Oasis quoted me on my best estimate of 5,000lbs to move my (mainly pre-packed) belongings from a storage unit near L.A., California to Pittsburgh Pennsylvania. I thought there would be (at most) 4 large boxes that their staff would need to pack upon collection. I electronically signed the Binding contract and paid the deposit based on 45 cents per pound weight transported.
At the storage unit, and after the truck was mostly loaded, the driver announced that he need to re write the contract (making it non-binding) for 6,000 lbs. The additional 1,000 lbs would be billed at 85 cents per pound. As a point of law the amended contract should have been presented and signed before the first item went onto the truck. Note: I was already in Pennsylvania and my friend was overseeing the loading in California.
After the truck had left I received emails from 2 different departments at Oasis (Deliveries and Accounting) saying that the final bill was for 6,400 lbs having weighed the goods at their warehouse and so the amount required to be paid in cash before my goods was unloaded was based on the new weight. I refused that, pointing out that the maximum I was required to pay was the non-binding estimate plus 10% as this is the law for interstate moves.
I also insisted on a 'back-weigh' whereby the delivery vehicle would be weighed before and after unloading to establish the actual weight of the goods transported. I attended the original weighing, (and I have the ticket) and upon arrival at the delivery address paid the revised estimate amount of 6,000 lbs plus 10% in cash. I was assured that after the second weighing if the good weighed less than 6,000 lbs I would be refunded in cash at the weigh station. I was further assured that the re-weigh was a waste of time as the scales at the warehouse were accurate.
The two guys unloaded my stuff, all of which I had properly packed and immediately it became obvious that there was a LOT of damage. I was attempting to photograph the damage as the goods were unloaded but the driver insisted there was no time and started piling my stuff up in the street. Furthermore of the '4 large packing boxes' Oasis were supposed to have packed (and for which I had already been charged) only one appeared on the manifest, and none were delivered.
Many items were severely damaged (including the boxes I had packed which had been crushed, deformed and in many instances opened). Several items which were supposed to have been wrapped in packing blankets were not - and so were scratched and broken, and the items that were supposed to have been boxed by Oasis were just loose and so damaged. There were also several items missing, including a washing machine!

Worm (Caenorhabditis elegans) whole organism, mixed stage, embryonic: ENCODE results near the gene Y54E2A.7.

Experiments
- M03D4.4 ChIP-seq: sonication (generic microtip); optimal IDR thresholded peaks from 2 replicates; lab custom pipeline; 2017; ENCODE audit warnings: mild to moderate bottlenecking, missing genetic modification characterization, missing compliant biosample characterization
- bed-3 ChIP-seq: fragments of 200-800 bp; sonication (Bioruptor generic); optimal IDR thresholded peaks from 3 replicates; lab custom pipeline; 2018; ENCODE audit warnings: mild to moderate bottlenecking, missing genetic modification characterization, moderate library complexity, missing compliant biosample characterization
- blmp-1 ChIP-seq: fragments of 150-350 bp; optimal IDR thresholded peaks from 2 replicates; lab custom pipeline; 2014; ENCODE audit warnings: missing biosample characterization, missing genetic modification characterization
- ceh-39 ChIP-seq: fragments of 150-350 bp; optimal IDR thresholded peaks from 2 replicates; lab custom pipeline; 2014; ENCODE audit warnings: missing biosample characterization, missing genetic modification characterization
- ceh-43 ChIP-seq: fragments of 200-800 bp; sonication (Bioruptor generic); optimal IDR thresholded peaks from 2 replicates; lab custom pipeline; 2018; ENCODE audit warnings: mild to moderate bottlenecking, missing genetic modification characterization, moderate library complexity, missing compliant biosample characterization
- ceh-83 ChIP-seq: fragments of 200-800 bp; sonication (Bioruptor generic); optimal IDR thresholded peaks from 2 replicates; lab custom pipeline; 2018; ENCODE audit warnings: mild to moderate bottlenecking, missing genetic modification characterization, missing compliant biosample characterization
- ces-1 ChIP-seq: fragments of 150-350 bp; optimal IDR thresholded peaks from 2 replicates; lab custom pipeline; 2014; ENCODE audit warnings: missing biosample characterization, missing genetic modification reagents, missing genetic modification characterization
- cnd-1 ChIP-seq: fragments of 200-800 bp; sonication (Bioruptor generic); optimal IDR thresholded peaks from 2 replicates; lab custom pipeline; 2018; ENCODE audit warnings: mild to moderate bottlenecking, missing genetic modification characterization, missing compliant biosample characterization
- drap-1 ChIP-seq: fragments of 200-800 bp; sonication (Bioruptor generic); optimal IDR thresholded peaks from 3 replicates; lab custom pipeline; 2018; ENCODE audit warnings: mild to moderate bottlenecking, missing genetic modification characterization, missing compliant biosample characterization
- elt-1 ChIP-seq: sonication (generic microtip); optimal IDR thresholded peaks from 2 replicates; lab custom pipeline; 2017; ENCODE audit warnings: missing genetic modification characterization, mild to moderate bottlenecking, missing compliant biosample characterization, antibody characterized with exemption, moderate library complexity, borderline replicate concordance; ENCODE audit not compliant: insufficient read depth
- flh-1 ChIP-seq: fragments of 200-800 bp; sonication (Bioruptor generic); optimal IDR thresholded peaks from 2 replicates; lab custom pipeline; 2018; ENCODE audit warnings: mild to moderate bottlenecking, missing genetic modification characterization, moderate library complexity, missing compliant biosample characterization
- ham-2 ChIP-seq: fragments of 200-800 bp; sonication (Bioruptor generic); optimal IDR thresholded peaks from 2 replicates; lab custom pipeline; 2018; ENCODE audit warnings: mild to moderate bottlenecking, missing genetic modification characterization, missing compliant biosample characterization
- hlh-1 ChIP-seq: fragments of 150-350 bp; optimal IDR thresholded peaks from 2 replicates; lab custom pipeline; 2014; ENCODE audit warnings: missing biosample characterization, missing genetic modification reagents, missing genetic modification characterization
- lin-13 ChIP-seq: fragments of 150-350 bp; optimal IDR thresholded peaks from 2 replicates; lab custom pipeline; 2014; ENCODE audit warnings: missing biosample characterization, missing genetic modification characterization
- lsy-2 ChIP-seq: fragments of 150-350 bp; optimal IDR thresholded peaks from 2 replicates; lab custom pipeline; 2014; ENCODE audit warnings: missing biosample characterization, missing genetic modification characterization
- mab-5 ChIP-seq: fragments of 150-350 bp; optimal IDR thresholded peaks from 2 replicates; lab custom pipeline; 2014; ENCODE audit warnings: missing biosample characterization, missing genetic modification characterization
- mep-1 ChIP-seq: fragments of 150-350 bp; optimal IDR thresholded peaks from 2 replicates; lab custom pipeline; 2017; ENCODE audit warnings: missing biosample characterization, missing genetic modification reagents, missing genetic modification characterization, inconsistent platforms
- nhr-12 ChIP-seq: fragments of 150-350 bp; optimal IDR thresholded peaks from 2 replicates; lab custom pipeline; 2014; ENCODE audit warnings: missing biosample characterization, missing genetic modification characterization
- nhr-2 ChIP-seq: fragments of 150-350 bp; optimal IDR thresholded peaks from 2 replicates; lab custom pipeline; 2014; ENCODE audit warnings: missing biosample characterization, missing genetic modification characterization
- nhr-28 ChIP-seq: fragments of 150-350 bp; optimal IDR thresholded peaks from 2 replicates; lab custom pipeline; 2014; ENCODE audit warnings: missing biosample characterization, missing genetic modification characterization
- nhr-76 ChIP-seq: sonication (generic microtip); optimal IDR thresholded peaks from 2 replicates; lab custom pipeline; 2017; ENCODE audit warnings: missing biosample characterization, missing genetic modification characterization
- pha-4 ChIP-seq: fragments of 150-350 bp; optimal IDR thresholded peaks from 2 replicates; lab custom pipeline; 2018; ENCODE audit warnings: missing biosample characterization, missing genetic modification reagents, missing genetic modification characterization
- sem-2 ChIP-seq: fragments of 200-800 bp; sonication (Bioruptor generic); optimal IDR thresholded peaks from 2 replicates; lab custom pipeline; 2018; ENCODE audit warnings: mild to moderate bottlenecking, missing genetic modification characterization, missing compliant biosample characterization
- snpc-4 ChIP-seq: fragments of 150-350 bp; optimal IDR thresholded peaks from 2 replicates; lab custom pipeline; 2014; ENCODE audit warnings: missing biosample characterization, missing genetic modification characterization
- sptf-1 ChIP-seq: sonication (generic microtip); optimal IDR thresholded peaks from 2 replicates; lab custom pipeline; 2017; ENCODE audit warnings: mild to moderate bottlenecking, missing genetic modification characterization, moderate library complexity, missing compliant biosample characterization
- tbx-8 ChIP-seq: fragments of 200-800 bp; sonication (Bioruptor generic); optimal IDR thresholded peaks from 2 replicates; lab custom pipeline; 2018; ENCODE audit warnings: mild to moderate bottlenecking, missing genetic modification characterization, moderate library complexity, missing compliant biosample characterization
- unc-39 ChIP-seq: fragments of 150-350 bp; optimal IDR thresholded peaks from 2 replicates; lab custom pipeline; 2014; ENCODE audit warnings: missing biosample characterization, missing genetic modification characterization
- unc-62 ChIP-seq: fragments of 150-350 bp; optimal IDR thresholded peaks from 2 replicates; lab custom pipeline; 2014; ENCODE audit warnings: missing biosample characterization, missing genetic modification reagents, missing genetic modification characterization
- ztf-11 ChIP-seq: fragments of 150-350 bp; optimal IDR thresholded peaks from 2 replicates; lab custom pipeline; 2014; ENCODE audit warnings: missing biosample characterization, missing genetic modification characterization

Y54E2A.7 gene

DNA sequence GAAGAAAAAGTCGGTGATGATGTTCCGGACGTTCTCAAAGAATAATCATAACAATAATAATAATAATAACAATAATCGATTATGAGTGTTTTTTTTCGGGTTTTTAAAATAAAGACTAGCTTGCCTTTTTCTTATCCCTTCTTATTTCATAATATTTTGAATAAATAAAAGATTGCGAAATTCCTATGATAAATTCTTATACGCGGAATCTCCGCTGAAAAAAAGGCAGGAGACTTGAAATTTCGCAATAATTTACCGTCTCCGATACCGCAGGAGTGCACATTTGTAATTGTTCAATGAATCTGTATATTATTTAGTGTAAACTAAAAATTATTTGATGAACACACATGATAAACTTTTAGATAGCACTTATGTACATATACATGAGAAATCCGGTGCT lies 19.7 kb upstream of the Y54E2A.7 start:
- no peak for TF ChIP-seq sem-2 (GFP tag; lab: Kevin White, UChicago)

After everything was of the truck we went back to the weigh station and at the second weighing it transpired that Oasis had actually delivered 5,260 lbs. The driver flat out refused to refund the $960 dollars that I had been overcharged just on the non-binding estimate, and had no answer where my missing stuff was.
The way I see it, and as I understand the law, there should be a refund for the money I overpaid based on the estimate, a refund of the money I paid for the boxes that I paid to have packed and weren't, plus the one that may have been but was lost (why should I pay for packing on a box that was never delivered)? and given that Oasis - as they insist - collected 6,400 lbs there should be a refund for the 'missing' 1,140 lbs (at the federally mandated rate of 65 cents per pound).
In short, Oasis owe me nearly $2,000 (plus interest) and refuse to respond to e-mails or calls.
I am about to contact the BBB, DOT, and state law enforcement in California (the place of collection) and Pennsylvania (the place I both signed the contracts and took delivery). I am looking into other agencies I can contact, and believe me when I say if anyone is able to be involved in this I will be contacting them too.
I do NOT recommend this company and I am currently taking any and all action I can to get my money refunded and have them prosecuted by any agency that has the power to act.